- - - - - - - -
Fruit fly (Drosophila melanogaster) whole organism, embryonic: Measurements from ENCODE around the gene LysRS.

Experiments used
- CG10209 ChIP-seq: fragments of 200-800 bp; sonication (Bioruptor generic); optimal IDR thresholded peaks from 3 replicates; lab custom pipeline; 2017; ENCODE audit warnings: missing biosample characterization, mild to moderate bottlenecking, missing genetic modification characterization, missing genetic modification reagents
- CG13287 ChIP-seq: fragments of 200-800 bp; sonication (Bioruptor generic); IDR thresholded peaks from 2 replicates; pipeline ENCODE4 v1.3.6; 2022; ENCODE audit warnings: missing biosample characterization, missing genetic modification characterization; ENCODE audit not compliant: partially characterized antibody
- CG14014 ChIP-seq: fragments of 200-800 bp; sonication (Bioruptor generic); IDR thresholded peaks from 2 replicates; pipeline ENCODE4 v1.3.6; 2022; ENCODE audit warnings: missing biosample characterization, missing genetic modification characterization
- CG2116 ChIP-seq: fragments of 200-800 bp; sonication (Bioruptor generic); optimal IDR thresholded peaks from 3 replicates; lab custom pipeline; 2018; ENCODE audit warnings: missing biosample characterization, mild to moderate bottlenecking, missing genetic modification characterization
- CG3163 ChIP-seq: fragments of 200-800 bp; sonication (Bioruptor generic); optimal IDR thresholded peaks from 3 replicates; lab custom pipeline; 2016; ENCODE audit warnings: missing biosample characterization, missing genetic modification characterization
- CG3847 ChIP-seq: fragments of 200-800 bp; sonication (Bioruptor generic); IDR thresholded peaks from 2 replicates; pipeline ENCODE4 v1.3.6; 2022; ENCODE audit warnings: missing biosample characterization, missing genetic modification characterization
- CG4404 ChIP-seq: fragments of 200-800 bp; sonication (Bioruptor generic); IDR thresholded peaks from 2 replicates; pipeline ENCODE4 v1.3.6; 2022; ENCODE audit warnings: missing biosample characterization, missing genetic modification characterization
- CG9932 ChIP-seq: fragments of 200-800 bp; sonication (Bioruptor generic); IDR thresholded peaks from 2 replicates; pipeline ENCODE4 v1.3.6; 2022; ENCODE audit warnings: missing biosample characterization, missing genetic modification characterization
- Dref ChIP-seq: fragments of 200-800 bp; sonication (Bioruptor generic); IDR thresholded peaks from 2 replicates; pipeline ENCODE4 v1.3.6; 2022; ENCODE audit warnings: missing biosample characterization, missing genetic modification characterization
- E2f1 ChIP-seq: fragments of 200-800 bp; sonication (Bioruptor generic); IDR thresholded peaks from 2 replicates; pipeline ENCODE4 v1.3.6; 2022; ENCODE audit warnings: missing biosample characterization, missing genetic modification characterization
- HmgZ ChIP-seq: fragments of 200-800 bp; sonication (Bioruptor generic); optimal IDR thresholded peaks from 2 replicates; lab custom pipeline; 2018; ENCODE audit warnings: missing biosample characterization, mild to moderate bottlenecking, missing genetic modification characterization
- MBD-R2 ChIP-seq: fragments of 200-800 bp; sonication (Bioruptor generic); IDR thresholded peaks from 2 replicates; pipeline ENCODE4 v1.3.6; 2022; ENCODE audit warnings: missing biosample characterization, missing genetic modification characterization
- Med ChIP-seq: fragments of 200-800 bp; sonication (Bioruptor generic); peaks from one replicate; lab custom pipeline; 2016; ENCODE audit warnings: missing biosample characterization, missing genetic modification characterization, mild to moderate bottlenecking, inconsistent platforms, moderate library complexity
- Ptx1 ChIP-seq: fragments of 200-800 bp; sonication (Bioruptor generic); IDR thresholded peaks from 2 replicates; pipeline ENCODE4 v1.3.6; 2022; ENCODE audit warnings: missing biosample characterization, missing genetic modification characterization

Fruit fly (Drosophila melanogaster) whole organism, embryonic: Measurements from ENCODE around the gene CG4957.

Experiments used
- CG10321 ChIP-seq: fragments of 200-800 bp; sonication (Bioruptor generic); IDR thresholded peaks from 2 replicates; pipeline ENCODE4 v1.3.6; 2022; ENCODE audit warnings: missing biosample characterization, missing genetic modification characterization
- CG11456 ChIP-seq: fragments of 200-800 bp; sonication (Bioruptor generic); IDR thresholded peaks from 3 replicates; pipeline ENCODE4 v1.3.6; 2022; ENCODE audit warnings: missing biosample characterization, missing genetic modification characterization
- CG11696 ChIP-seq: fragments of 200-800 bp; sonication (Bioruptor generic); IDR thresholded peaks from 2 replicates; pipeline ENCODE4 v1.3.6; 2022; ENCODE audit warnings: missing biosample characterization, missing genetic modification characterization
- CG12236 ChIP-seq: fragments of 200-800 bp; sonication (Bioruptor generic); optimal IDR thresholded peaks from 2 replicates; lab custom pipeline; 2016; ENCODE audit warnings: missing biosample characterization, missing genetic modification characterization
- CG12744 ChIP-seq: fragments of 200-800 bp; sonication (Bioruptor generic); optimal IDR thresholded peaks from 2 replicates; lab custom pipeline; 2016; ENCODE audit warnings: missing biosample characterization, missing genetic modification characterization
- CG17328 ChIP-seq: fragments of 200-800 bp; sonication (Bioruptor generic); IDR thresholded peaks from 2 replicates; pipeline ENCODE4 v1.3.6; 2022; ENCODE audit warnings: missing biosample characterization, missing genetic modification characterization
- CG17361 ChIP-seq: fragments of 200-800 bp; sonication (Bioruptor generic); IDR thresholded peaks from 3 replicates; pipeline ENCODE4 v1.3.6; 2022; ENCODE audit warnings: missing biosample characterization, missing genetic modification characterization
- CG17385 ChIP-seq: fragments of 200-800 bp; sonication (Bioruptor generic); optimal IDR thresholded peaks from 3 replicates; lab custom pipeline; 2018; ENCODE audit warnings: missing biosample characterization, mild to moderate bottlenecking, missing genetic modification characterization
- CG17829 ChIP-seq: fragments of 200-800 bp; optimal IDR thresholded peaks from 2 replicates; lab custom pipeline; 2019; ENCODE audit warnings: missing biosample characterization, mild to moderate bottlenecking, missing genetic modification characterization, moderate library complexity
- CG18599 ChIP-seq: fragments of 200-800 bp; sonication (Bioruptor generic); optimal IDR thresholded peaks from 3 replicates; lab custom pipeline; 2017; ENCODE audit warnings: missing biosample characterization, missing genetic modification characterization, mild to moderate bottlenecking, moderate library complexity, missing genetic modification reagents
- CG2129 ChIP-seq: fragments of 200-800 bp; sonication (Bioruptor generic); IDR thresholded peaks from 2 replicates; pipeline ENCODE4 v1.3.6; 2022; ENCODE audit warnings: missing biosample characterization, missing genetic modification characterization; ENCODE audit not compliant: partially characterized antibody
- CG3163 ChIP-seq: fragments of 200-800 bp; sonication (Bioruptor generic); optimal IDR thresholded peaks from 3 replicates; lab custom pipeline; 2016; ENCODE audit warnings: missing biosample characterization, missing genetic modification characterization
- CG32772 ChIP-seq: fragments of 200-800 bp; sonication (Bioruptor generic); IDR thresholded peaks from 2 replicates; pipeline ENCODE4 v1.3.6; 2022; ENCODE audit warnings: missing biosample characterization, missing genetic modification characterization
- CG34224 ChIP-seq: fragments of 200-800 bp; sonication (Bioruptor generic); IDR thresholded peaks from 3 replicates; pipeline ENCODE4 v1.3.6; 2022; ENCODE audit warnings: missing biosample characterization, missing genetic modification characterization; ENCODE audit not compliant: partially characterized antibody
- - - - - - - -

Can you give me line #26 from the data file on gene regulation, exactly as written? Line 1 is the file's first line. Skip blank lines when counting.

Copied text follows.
- CG17385 ChIP-seq: fragments of 200-800 bp; sonication (Bioruptor generic); optimal IDR thresholded peaks from 3 replicates; lab custom pipeline; 2018; ENCODE audit warnings: missing biosample characterization, mild to moderate bottlenecking, missing genetic modification characterization